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A Guide to Estate Planning

Publisher: Day Pitney White Paper
February 10, 2015

The goal of estate planning is to direct the transfer and management of your property in a way that makes the most sense for you and your family. While this may sound simple enough, it is only through careful planning that you can achieve this result. Without careful planning, your property may pass on your death to unintended beneficiaries or may be reduced unnecessarily by transfer taxes.

While planning for your death is a significant part of the planning process, estate planning addresses more than just the transfer of your assets upon your death. Your estate plan may also provide for the transfer of assets during your lifetime through gifts. In addition, prudent planning may involve planning for the current management of your assets in the event you become incapacitated or desire independent management of your assets as a matter of convenience.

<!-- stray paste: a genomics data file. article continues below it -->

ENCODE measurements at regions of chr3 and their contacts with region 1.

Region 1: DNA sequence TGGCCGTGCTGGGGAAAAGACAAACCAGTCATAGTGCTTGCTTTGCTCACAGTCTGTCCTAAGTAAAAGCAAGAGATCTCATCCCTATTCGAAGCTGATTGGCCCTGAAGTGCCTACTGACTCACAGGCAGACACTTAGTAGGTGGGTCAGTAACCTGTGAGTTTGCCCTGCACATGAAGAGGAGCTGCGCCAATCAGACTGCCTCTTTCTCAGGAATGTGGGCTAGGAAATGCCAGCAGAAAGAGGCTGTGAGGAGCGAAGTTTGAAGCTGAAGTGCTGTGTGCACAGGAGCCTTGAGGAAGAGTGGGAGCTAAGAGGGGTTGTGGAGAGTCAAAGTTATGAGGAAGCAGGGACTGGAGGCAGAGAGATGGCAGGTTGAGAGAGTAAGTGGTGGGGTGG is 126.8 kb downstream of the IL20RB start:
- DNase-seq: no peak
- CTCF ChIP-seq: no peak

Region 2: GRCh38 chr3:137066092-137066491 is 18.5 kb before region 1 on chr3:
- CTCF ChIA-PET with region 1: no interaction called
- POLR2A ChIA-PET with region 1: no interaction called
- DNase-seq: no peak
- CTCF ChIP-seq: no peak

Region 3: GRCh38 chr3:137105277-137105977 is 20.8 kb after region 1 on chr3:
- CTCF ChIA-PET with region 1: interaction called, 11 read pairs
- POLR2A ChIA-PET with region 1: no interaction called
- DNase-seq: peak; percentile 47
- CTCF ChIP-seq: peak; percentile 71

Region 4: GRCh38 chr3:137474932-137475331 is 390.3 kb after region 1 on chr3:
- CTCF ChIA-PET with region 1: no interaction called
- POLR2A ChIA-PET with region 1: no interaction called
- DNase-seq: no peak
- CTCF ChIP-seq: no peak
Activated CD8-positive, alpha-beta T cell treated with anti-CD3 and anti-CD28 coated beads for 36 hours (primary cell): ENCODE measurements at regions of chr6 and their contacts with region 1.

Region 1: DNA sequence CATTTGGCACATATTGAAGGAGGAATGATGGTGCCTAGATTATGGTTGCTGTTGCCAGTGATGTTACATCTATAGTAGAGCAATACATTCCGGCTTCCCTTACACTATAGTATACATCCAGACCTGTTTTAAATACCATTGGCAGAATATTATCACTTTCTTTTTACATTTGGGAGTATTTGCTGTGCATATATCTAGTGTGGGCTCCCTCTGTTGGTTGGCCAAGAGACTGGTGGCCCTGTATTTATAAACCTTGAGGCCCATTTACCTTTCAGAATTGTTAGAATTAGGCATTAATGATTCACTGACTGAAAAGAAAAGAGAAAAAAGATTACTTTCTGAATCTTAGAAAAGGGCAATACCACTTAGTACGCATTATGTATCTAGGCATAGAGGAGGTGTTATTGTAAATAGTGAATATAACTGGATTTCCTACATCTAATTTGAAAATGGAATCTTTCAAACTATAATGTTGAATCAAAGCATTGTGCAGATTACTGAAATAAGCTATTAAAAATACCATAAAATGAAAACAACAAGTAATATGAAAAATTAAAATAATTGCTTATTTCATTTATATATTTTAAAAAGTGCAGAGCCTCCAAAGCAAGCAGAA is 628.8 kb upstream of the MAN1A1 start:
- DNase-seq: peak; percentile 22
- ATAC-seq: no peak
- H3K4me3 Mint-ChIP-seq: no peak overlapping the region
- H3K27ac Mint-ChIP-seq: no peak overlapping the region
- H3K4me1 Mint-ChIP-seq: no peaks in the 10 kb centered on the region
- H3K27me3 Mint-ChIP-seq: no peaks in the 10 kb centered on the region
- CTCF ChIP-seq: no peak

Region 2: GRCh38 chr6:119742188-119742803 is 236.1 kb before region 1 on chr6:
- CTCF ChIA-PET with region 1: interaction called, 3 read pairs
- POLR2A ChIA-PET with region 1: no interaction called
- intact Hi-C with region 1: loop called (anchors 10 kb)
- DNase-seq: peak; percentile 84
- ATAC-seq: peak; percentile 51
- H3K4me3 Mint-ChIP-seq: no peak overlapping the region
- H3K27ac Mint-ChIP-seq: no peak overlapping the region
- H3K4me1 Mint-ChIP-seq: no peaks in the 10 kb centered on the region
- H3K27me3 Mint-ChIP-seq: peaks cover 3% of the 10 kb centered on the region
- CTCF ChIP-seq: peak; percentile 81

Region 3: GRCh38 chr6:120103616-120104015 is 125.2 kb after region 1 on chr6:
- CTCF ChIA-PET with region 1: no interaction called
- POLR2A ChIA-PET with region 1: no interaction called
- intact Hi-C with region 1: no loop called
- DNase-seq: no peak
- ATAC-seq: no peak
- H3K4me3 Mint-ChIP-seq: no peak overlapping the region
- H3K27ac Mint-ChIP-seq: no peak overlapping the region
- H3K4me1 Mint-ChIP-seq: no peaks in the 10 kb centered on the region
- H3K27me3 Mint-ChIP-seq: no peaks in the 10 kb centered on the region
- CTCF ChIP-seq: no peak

There are a number of considerations that drive the estate planning process. Family considerations are important. For example, you must consider not only whom you want to receive your assets but when and how. Should your children receive their inheritance outright, or should it be managed for their benefit in trust? When should the trust terminate? Should your spouse be a beneficiary? Who should serve as trustee? Does a program of lifetime gifts make sense?

Perhaps just as important as the family considerations are the tax considerations. There are federal and state transfer taxes that apply to lifetime gifts and transfers at death. It is very important to understand the important tools available to minimize total transfer taxes.

The following is a summary of the basics of estate planning to introduce you to the techniques of estate and tax planning and help guide you through the planning process.

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